In what appeared to be the smoothest discussion and vote on building code amendments in more than a decade, a County Council panel Tuesday unanimously advanced changes bringing the county up to the 2018 code for new and existing residential buildings.
The council Committee on Public Works and Mass Transit voted 9-0 to send Bill 44 with a favorable recommendation to the council, where it faces two more votes.
The county administration had prepped the ground before presenting the bill, using the pandemic slowdown to consult with contractors, business groups and members of the architectural, engineering and real estate sectors and incorporating some of their suggestions into the bill before taking it to the council.
Kari Kimura, who’s worked as an architect in Kailua-Kona for 22 years, said the county needs to have a bill in place by the end of August, or it will be forced to switch to a 2012 state code that hasn’t been amended to better fit the county and then turn right around and adopt the 2018 code.
“Please understand that this is not a perfect bill,” Kimura said. “The possibility of having to design, conduct plans reviews and inspections, and build to two different codes in a two-year time period is not good for anyone — owner, builder, architect, and our Public Works Department.”
Still, some, such as Pacific Resource Partnership, representing union carpenters and contractors, characterized the bill as being “fast-tracked” and asked that it be delayed.
Others warned some changes, such as requiring sheathing under roofs and adding more requirements for factory built homes, could raise the cost of housing on the island. Most testifiers asked the council not to change the wording of the section of the code on factory built homes and their wish was granted.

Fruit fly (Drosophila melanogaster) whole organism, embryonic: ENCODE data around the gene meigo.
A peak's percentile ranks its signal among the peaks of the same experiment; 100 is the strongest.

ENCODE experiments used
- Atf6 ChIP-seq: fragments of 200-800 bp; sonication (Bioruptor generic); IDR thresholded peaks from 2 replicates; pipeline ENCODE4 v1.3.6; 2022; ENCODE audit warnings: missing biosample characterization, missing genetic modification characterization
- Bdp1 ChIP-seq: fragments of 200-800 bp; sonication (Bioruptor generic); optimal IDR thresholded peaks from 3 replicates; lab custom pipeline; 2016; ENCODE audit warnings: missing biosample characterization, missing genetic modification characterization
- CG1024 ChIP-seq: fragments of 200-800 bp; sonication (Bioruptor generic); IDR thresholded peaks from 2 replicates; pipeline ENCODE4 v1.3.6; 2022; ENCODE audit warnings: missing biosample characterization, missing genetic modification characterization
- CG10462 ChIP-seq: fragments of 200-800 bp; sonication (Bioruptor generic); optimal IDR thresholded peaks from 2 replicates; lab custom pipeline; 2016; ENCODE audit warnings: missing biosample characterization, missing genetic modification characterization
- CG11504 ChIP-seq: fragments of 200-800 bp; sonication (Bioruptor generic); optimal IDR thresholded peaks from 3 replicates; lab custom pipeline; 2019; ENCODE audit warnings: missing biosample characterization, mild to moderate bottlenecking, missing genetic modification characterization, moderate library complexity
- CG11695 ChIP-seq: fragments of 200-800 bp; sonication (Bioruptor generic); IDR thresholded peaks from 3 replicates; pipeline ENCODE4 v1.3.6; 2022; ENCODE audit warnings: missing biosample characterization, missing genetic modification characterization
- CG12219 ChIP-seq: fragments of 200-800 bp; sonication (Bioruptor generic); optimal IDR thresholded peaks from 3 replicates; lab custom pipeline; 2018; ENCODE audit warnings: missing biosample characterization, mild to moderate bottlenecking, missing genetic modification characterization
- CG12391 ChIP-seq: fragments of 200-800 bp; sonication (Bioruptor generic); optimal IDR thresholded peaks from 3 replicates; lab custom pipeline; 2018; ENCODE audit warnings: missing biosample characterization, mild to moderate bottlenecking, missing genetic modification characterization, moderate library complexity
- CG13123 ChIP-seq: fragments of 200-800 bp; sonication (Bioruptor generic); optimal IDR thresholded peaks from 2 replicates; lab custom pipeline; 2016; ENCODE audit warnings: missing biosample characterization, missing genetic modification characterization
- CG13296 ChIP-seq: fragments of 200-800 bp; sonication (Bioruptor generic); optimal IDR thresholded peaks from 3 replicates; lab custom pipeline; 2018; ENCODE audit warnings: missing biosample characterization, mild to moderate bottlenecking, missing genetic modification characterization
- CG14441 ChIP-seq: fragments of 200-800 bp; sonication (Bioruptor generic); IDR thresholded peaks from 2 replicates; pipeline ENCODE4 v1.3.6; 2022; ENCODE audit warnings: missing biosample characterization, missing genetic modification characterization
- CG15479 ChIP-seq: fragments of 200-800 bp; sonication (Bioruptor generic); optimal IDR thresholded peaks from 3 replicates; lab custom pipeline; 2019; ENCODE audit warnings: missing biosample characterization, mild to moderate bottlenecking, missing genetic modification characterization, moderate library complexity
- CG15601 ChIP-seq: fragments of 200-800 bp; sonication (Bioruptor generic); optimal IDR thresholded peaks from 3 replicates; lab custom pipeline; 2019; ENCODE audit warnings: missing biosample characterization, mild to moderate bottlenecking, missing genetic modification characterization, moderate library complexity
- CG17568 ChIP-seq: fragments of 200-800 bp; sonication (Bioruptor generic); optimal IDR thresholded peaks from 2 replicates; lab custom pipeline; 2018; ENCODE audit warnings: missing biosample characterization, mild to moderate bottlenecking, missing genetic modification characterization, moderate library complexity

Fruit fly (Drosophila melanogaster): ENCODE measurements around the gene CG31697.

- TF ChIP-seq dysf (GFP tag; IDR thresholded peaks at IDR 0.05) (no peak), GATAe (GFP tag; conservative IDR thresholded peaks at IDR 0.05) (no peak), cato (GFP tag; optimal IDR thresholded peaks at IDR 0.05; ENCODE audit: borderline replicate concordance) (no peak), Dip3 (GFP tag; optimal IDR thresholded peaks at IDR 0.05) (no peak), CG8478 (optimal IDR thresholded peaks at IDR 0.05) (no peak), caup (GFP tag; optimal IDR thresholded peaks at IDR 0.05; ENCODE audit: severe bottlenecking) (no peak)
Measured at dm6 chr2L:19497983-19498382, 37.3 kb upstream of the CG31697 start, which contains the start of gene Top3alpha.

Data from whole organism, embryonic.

Puna Councilman Matt Kaneali‘i-Kleinfelder quizzed Acting Deputy Building Division Chief Neal Tanaka on the new requirement for sheathing under all types of roofs. Tanaka said the code prescribes a minimum of 5/8-inch sheathing when trusses are 2-foot on center and 3/4-inch sheathing when trusses are 4-foot on center.
“Given the pricing of plywood right now, that’s gonna hurt,” Kaneali‘i-Kleinfelder said.
“Lumber prices fluctuate up and down,” Tanaka replied, “but we do enforce the minimum requirements of the code.”
Still, Tanaka said, the code is prescriptive, meaning design professionals can use the code as a recipe, or they could “design it out,” proving to the county they can create the “structural load path.”
Bottom line, said Public Works Director Ikaika Rodenhurst, safety has to prevail, although certain aspects of the code will be less onerous than in the past. For example, the old code required the entire structure to be brought up to the most current codes if renovation costs exceeded 50% of the building value, which dissuaded many from renovating their homes. Now, design professionals have more flexibility to show which components would need to be brought to code, he said.
“The purpose around these codes is to provide safety to the community,” Rodenhurst said. “These requirements are there to ensure these structural standards.”
Not everyone was satisfied the construction codes make the community more safe.
Heidi Jaworski said she’s submitted many complaints about building code violations in her Ocean View neighborhood since 2005, yet nothing happens.
“My point here today is……why bother to amend the current codes if there isn’t any enforcement?” Jaworski said in written testimony. “I think it would be a much better use of your time, if you folks could figure out how to make our current county government systems work the way they were intended to, to protect us all, than to spend time updating rules that no one expects to enforce in the future.”
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